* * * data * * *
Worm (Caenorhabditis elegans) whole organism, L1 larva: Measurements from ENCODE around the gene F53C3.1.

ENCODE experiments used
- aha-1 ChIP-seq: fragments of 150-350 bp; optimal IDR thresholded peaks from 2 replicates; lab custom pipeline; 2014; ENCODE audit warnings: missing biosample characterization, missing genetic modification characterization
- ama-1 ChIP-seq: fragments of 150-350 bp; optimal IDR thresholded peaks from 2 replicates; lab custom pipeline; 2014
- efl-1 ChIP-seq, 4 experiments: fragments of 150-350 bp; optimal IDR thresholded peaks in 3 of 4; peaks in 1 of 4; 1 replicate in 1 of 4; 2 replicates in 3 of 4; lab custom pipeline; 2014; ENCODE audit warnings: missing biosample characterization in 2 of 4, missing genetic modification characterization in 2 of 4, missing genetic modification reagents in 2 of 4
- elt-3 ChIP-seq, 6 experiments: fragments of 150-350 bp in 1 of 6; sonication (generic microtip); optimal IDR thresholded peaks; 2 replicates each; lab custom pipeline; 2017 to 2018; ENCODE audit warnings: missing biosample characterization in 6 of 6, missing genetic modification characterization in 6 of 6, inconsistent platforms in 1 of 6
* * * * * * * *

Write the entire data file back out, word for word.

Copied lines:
Worm (Caenorhabditis elegans) whole organism, L1 larva: Measurements from ENCODE around the gene F53C3.1.

ENCODE experiments used
- aha-1 ChIP-seq: fragments of 150-350 bp; optimal IDR thresholded peaks from 2 replicates; lab custom pipeline; 2014; ENCODE audit warnings: missing biosample characterization, missing genetic modification characterization
- ama-1 ChIP-seq: fragments of 150-350 bp; optimal IDR thresholded peaks from 2 replicates; lab custom pipeline; 2014
- efl-1 ChIP-seq, 4 experiments: fragments of 150-350 bp; optimal IDR thresholded peaks in 3 of 4; peaks in 1 of 4; 1 replicate in 1 of 4; 2 replicates in 3 of 4; lab custom pipeline; 2014; ENCODE audit warnings: missing biosample characterization in 2 of 4, missing genetic modification characterization in 2 of 4, missing genetic modification reagents in 2 of 4
- elt-3 ChIP-seq, 6 experiments: fragments of 150-350 bp in 1 of 6; sonication (generic microtip); optimal IDR thresholded peaks; 2 replicates each; lab custom pipeline; 2017 to 2018; ENCODE audit warnings: missing biosample characterization in 6 of 6, missing genetic modification characterization in 6 of 6, inconsistent platforms in 1 of 6